N. ALLEN: On Saturday, a private funeral was held for the famous cosmologist at a church near Cambridge University in England, where Hawking probed mysteries such as black holes and time itself.


UNIDENTIFIED MALE: Can you imagine for more than 50 years being trapped in that body but his mind was free?

So this is the most important thing about Stephen. I think the favorite thing that he said is, he said, don't look down on the floor. He said, always look up at the stars in the sky.


HOWELL: Hawking died March 14th. He was 76 years old and he never let his physical condition keep him from exploring the cosmos.

N. ALLEN: His ashes will be interred in June at Westminster Abbey near fellow scientists Isaac Newton and Charles Darwin.

HOWELL: Kenyans are demanding answers after learning their politicians hired Cambridge Analytica to target voters.

ALLEN: We'll talk more about that in a moment. Plus Facebook under scrutiny for how it is handling your data. We'll discuss how you can keep your information safe with a tech expert joining us here on the set. That is ahead here on CNN NEWSROOM.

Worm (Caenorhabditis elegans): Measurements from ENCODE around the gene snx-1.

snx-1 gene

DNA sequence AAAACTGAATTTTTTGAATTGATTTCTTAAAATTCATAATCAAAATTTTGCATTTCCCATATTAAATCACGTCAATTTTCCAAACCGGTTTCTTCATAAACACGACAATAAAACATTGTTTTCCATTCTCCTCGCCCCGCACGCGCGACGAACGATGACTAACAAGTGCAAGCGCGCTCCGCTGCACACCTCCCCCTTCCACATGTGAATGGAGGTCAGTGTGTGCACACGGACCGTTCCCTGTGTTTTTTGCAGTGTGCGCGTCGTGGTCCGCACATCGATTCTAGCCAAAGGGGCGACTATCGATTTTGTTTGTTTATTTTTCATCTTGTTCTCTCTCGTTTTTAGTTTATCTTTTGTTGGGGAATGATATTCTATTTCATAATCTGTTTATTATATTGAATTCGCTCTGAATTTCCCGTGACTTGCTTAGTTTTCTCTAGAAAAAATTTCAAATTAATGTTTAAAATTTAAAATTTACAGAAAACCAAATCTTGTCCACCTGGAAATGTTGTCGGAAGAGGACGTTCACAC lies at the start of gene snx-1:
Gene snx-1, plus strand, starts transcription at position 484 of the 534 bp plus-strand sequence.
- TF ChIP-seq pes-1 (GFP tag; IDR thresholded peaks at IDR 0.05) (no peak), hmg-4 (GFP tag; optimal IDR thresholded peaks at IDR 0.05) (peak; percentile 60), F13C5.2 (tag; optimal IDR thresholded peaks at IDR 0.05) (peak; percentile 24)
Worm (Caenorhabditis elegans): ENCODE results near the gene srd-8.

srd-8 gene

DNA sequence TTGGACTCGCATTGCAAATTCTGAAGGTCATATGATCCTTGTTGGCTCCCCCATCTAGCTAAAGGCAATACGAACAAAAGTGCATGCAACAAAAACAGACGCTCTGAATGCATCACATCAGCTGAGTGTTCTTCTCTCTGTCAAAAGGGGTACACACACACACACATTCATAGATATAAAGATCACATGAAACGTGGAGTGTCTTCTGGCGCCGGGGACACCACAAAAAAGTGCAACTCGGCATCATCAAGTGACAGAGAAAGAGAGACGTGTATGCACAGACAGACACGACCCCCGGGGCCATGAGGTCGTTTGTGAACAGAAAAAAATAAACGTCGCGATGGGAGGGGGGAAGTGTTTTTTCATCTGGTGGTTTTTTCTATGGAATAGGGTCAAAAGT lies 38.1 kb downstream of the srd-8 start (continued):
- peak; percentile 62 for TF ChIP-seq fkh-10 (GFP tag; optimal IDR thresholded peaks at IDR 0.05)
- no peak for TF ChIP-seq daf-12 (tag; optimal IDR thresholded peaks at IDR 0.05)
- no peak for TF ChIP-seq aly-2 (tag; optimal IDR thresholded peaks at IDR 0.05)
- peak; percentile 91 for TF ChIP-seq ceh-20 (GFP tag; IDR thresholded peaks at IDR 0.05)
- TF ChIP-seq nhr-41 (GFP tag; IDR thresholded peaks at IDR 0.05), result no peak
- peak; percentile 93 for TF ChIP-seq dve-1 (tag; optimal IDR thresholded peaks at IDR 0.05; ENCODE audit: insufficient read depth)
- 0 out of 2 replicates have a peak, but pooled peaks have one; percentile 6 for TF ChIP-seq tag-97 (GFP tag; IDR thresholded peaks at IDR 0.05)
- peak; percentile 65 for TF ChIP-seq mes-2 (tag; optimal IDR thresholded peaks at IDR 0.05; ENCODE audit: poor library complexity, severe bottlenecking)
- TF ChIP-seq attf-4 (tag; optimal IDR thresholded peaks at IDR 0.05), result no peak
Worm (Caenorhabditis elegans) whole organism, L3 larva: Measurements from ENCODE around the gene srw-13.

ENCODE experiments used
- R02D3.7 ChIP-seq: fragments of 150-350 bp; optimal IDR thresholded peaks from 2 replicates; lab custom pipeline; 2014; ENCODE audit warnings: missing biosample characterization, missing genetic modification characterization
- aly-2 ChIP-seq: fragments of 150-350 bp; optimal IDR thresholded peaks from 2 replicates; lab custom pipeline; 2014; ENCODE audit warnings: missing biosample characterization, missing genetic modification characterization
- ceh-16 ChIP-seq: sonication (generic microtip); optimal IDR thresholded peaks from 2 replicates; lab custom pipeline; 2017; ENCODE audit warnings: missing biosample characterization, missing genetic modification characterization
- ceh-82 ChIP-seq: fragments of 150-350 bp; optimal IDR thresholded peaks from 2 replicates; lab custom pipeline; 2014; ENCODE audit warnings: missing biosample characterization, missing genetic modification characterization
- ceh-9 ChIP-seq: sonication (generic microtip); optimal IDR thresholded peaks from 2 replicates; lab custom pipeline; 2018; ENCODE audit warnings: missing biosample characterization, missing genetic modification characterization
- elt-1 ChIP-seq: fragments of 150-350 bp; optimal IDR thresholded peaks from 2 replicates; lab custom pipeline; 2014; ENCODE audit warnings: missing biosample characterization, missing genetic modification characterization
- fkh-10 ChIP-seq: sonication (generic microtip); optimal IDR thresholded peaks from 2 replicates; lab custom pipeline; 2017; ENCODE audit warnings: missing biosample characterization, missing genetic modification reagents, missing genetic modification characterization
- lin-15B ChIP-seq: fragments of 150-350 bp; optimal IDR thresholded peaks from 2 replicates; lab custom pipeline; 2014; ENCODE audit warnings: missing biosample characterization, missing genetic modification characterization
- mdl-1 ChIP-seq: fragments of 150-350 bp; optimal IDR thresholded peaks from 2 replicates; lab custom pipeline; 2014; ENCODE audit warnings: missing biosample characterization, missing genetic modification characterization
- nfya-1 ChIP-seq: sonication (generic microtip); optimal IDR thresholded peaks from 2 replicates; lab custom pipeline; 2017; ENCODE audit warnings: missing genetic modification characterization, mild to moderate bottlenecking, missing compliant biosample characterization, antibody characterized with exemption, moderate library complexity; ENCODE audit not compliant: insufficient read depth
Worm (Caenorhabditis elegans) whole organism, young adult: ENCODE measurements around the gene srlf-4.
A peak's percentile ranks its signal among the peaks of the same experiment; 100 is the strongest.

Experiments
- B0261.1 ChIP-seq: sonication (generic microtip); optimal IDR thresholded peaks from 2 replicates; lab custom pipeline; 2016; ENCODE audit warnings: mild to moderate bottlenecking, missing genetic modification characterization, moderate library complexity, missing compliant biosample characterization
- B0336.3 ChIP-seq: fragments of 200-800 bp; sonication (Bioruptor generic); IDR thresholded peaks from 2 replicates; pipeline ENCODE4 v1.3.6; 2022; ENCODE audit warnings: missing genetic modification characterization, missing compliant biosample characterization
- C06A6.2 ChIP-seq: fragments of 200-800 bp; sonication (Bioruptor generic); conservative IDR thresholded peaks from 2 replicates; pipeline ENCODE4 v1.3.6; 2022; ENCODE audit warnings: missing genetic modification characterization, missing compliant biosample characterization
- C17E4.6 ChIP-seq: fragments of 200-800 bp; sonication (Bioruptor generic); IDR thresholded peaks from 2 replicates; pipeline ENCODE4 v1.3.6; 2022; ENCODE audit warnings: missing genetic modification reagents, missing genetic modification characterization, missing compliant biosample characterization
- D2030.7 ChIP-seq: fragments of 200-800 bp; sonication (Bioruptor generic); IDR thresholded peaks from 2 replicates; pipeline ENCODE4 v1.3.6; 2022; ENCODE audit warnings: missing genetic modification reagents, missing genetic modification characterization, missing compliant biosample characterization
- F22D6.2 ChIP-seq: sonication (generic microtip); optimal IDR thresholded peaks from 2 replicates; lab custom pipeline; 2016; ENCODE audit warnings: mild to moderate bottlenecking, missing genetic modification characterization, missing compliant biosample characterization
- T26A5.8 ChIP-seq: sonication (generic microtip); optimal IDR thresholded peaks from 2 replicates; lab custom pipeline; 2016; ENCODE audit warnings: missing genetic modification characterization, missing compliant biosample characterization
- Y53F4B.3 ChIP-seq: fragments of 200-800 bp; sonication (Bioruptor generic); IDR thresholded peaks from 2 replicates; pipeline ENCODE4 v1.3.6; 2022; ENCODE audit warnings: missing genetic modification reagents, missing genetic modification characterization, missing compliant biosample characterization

N. ALLEN: Data from Cambridge Analytica is embroiled in scandal in the U.S. and the U.K. and now it's affecting Kenya. The company denies allegations that it misused data from millions of Facebook users to influence elections.

HOWELL: Politicians in Kenya hired the firm and voters are looking for answers. Our Farai Sevenzo reports from Nairobi.

(BEGIN VIDEOTAPE) FARAI SEVENZO, CNN CORRESPONDENT (voice-over): Nairobi, thousands of miles away from the offices of Cambridge Analytica. When the political consultancy firm revealed to an undercover news team that Kenya's current president was a client, their managing director claimed, "The Kenyatta campaign which we ran in 2013 and 2017 for Kenyatta, we have rebranded the entire party twice, written the manifesto, done research, analysis, and messaging. I think we wrote all of the speeches and we staged the whole thing. So just about every element of this candidate."

These are polarized elections, full of animosity and questions are being raised now over how big Cambridge Analytica's reach was.

Kenyans are painfully aware of the dangers of negative campaigning given the history of violent elections in this country and, of course, they want to know what it is Cambridge Analytica did for their government and what impact that it had on Kenyan democracy.

Have you heard of Cambridge Analytica?


Those are the guys who manipulated -- in a way, manipulated the elections.

SEVENZO: Do you think they gave Mr. Kenyatta unfair advantage?

UNIDENTIFIED MALE: I don't know if there is substance to that story. But if there is, then it's unfortunate.